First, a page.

Shortly after passing the Assistive Technology Act reauthorization, Congress reauthorized the Individuals with Disabilities Education Act (IDEA). The Conference Committee reported the reauthorization bill, known as the Individuals with Disabilities Education Improvement Act of 2004, out of Committee on Wednesday, November 17, 2004. The House passed the bill with a vote of 397 - 3 on November 19, 2004, and the Senate agreed to it by unanimous consent on November 19, 2004.
The enacted legislation is similar to the Senate version of the bill, and contains numerous changes that encourage the development and deployment of assistive technologies and emphasizes the integration of technology into the classroom to improve access to the general curriculum for students with disabilities. As in the original bill, the legislation contains four parts. Part A is largely administrative, Part B governs the distribution of formula grants and utilization of those funds to pay for the special education of children ages 3 to 21 with disabilities, Part C provides formula grants for the education and early intervention services for infants and toddlers, and Part D provides for competitive grants to states, government institutions, non-profit organizations, for-profit companies, and other entities to engage in national activities to improve education for children with disabilities. The changes to Part C are largely irrelevant to gh Technologies, and will not be discussed on this site. For more information on IDEA and Part C, please reference the IDEA information at OSEP.
With respect to gh Technologies, the most significant changes in Part A include: a new finding supporting the development and use of technology, including assistive technology devices and assistive technology services, to maximize access for children with disabilities; some additions to the list of related services covered under the law; and an adoption of the definition of universal design from the Assistive Technology Act, which is "a concept or philosophy for designing and delivering products and services that are usable by people with the widest possible range of functional capabilities, which include products and services that are directly accessible (without requiring assistive technologies) and products and services that are interoperable with assistive technologies." This last change reflects yet another way in which ATIA's hard work in constructing the AT Act has also had a profound effect on the education of children with disabilities. In addition to these changes, Part A also contains an expansion of the ways in which special education teachers may satisfy the highly qualified requirements established under the No Child Left Behind Act; a revised definition for specific learning disability as a "disorder in one or more of the basic psychological processes involved in understanding or using language, spoken or written" and an explanation of what disorders are excluded; and a proposed pilot program that would allow the Secretary of Education to grant waivers of the Part B requirements to up to 15 states for four years for proposals to reduce paperwork.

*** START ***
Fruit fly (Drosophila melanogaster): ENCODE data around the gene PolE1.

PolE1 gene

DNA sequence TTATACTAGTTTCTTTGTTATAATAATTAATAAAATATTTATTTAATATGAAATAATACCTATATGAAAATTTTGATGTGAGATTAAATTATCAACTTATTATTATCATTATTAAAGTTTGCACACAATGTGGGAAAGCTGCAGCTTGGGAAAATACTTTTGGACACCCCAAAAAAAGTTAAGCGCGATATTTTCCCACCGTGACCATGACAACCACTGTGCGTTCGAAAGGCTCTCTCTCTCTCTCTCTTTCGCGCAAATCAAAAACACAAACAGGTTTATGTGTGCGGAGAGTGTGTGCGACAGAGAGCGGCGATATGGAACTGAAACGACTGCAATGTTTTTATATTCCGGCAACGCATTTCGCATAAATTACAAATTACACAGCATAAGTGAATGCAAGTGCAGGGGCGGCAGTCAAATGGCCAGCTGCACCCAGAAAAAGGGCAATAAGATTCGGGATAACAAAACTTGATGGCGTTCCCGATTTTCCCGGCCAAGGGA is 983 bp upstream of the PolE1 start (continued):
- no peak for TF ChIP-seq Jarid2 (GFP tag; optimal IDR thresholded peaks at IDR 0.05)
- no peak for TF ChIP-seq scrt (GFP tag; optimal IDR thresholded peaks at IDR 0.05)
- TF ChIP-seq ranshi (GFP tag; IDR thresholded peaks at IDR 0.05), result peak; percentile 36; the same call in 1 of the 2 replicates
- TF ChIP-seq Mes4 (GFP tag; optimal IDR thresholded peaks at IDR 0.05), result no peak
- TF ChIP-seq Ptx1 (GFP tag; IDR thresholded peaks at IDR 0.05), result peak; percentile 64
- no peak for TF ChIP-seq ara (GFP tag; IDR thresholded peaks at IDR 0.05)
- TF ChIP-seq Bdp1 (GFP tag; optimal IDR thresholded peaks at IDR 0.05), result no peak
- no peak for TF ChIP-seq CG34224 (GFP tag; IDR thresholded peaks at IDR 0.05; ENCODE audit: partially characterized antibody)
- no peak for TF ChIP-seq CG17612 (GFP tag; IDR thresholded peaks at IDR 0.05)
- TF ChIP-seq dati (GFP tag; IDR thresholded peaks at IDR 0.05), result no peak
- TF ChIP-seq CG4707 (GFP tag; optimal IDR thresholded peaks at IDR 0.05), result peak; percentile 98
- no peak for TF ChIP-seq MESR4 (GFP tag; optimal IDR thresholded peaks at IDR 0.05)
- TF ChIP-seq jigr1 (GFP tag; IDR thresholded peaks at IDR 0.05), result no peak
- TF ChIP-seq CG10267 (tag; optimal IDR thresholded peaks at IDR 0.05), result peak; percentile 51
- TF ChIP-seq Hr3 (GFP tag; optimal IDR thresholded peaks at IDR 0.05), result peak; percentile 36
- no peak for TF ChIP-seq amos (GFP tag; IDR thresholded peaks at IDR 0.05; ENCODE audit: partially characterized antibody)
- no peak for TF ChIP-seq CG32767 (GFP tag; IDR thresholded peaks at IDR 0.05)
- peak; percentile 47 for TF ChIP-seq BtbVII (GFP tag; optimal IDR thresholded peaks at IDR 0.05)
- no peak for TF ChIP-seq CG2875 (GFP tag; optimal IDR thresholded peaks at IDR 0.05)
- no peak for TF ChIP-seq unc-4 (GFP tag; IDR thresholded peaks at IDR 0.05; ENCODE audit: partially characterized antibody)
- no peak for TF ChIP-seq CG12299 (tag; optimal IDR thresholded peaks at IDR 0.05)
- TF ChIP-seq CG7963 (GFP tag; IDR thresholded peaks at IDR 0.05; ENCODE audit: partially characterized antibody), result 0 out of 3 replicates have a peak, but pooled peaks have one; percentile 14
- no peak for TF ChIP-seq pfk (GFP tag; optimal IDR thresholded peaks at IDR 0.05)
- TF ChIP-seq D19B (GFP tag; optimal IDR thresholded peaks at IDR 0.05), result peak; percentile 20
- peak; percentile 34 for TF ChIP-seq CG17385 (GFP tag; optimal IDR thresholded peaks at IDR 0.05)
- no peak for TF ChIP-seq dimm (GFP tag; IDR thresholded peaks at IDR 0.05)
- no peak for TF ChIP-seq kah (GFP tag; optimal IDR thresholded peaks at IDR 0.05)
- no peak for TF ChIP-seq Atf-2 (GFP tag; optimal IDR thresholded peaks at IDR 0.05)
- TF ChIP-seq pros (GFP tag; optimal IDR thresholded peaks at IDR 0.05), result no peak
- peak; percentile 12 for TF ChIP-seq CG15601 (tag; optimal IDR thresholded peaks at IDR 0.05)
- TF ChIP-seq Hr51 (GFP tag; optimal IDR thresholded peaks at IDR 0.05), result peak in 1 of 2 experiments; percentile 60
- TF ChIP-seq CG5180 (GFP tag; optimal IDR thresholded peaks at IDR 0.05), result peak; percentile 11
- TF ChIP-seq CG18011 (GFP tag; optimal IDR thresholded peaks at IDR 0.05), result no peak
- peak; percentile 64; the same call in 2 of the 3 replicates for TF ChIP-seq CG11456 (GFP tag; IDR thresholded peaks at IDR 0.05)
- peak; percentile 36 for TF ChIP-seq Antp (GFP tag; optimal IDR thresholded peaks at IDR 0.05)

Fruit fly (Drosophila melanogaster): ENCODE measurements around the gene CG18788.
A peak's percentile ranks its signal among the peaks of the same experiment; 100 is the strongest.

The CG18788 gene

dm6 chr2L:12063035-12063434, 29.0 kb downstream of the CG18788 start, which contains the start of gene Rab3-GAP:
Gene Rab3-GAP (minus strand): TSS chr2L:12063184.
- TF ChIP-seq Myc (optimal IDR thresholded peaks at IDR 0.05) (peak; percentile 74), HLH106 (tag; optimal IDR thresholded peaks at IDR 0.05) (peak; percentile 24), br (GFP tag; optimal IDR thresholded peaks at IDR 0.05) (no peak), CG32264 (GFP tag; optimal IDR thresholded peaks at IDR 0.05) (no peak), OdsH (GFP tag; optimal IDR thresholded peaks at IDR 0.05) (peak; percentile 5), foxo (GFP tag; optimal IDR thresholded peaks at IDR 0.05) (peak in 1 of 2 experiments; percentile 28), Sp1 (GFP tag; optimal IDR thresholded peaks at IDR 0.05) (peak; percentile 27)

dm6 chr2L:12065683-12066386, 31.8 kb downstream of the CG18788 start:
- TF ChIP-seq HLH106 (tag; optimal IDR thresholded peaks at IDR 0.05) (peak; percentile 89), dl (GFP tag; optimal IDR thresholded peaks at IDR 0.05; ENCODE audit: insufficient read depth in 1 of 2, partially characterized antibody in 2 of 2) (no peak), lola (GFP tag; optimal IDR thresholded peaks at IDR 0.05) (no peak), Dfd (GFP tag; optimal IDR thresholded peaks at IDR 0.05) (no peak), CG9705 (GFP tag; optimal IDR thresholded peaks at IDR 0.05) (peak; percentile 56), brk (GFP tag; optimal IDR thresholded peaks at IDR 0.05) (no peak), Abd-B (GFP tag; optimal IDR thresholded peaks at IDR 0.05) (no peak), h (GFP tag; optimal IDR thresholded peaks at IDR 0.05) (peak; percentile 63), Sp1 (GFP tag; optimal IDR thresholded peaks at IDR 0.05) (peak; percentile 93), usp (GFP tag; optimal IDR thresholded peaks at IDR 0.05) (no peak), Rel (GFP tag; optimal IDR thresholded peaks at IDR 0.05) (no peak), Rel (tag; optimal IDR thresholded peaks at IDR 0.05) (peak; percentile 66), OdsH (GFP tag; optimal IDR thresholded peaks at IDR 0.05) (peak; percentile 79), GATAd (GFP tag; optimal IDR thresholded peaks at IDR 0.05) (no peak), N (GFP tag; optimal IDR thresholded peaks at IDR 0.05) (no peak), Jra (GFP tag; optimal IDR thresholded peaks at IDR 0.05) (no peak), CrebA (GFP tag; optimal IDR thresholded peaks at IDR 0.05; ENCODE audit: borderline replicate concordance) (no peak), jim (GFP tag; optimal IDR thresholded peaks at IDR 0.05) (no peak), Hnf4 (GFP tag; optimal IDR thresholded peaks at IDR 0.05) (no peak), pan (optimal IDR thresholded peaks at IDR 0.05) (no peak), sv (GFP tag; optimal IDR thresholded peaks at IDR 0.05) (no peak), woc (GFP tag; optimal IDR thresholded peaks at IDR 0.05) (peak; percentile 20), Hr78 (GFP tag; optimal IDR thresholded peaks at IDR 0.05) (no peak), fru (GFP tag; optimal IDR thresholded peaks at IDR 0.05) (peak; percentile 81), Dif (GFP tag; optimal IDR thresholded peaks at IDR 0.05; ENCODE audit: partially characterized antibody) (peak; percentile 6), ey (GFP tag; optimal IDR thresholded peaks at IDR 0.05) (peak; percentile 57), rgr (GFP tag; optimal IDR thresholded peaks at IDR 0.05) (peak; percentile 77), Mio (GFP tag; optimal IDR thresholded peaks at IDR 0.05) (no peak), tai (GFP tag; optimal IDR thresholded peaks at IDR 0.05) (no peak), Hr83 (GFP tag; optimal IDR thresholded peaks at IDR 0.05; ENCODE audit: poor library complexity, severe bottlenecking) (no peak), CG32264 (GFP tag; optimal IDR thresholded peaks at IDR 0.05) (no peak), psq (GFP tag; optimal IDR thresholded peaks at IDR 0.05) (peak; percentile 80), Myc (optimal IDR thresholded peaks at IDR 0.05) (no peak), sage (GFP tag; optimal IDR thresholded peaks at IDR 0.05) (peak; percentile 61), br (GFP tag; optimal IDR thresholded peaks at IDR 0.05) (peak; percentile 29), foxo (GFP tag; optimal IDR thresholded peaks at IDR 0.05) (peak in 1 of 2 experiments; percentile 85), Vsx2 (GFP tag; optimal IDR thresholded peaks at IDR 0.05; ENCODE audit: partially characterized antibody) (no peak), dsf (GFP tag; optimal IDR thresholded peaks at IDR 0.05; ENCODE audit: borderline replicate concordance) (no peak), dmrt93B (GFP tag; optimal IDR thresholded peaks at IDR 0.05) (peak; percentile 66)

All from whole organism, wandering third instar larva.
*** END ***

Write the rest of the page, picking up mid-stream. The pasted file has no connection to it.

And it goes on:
Under Part B, there are many new authorizations that allow states and local education agencies to use IDEA funds to support the development and use of technology (including universally designed technologies and assistive technology devices and services) to enhance learning and maximize accessibility to the general curriculum for students with disabilities. Part B also sets standards to ensure the qualifications of related services personnel. With respect to assessments, Part B works to harmonize IDEA with the No Child Left Behind Act, and states that children with disabilities must be included in statewide and district-wide assessments. The legislation directs states to develop accommodation guidelines to improve accessibility for children with disabilities in assessments, and sets new standards for alternate assessments for those children who cannot participate in the assessments as determined in the Individualized Education Program (IEP). As part of this process, the legislation directs states to use principles of universal design where feasible in developing and administering state and district assessments. Additionally, the consideration of assistive technology needs continues to be a special factor in the development of an IEP for children with disabilities. Another new provision in Part B would allow the Local Educational Agencies (LEAs) to use IDEA funds even if 1 or more non-disabled children will benefit from the use of those funds.
Perhaps one of the most groundbreaking changes in Part B is the establishment of the National Instructional Materials Accessibility Standard (NIMAS), a standardized electronic file format for providing print instructional materials in digital form. As a condition of eligibility for IDEA funds, each state is required to adopt NIMAS for providing instructional materials to blind persons or other persons with print disabilities. Additionally, each state is given the option of coordinating with a National Instructional Materials Accessibility Center (NIMAC), which is established through a grant in Part D of IDEA. For those states that choose to coordinate with the NIMAC, within two years after the enactment of the Act, states and local education agencies must require publishers (as part of any print instructional materials adoption process, procurement contract, or other practice or instrument used for the purchase of print instructional materials) to prepare delivery of instructional materials in the NIMAS to the NIMAC. Alternately, states may purchase materials directly from the publisher that are produced in, or may be rendered in, specialized formats.